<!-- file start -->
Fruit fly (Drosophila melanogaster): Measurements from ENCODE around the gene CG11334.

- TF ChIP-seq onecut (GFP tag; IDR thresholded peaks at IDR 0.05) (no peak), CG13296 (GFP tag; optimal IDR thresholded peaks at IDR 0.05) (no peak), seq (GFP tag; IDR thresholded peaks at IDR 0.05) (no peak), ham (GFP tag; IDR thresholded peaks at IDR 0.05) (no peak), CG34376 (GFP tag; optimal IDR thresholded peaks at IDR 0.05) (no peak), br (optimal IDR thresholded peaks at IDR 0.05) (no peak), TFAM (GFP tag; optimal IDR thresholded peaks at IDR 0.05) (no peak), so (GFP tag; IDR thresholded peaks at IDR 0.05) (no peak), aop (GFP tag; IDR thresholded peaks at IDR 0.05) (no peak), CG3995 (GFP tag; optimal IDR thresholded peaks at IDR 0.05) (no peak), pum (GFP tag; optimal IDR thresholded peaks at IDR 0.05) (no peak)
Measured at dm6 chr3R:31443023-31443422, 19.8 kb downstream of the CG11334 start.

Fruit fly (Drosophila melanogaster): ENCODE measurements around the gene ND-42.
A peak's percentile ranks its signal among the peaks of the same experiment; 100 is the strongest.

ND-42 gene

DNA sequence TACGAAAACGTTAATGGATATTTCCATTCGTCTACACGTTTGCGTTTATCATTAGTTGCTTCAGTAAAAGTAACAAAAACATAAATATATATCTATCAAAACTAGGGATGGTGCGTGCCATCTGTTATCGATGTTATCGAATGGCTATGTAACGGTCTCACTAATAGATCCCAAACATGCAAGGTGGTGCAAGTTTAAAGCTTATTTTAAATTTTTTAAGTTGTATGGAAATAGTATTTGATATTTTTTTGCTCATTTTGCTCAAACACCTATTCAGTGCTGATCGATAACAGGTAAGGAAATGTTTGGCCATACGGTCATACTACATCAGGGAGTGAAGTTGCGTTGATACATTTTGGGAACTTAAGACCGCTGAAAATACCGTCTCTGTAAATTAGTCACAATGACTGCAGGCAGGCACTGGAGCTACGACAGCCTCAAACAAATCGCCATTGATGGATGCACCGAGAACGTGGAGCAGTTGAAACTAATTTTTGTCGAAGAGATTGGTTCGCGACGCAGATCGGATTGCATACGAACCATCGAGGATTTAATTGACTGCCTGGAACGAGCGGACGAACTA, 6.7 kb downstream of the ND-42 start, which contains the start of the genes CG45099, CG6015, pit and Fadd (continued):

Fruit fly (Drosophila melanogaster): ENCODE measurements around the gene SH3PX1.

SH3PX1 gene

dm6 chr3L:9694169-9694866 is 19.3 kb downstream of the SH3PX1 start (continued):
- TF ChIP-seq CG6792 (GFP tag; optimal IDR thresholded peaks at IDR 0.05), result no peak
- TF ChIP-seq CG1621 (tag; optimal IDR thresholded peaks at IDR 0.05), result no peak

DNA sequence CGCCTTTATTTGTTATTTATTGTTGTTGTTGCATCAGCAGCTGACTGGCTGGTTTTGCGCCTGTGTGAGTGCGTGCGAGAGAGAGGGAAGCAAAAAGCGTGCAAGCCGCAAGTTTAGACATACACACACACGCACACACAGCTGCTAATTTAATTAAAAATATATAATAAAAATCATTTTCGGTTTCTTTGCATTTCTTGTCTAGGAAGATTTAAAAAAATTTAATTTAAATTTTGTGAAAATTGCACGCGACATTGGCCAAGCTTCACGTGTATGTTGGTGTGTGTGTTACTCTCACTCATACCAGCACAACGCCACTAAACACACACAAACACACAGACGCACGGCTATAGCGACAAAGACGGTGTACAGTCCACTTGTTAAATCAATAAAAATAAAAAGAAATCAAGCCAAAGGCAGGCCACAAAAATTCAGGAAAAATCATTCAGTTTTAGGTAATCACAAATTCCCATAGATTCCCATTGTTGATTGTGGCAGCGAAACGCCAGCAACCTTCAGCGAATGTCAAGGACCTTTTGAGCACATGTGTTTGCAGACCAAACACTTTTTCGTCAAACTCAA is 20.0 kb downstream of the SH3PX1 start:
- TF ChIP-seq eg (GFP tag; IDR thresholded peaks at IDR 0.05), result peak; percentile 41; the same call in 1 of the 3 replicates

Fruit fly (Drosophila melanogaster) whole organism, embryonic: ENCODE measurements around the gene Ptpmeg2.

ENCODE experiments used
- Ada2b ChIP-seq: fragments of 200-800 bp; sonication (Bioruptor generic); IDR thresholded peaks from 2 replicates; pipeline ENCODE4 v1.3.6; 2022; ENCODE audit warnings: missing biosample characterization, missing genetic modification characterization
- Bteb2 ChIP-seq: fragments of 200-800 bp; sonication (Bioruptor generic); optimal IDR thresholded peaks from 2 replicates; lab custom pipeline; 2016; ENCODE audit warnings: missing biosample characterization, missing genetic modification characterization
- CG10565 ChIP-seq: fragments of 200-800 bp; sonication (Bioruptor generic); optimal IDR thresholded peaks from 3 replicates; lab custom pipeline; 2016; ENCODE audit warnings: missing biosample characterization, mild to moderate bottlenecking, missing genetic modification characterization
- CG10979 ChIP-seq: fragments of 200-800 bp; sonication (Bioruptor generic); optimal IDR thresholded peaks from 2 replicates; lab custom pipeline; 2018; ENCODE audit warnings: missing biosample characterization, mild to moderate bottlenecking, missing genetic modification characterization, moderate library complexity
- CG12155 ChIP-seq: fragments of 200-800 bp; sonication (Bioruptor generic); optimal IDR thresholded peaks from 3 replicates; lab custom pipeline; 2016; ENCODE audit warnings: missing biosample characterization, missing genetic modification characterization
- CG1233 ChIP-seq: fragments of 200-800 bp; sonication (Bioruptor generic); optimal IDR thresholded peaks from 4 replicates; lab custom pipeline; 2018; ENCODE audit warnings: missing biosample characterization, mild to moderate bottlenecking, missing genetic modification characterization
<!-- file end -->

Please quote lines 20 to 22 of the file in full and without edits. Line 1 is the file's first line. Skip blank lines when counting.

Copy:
- CG10979 ChIP-seq: fragments of 200-800 bp; sonication (Bioruptor generic); optimal IDR thresholded peaks from 2 replicates; lab custom pipeline; 2018; ENCODE audit warnings: missing biosample characterization, mild to moderate bottlenecking, missing genetic modification characterization, moderate library complexity
- CG12155 ChIP-seq: fragments of 200-800 bp; sonication (Bioruptor generic); optimal IDR thresholded peaks from 3 replicates; lab custom pipeline; 2016; ENCODE audit warnings: missing biosample characterization, missing genetic modification characterization
- CG1233 ChIP-seq: fragments of 200-800 bp; sonication (Bioruptor generic); optimal IDR thresholded peaks from 4 replicates; lab custom pipeline; 2018; ENCODE audit warnings: missing biosample characterization, mild to moderate bottlenecking, missing genetic modification characterization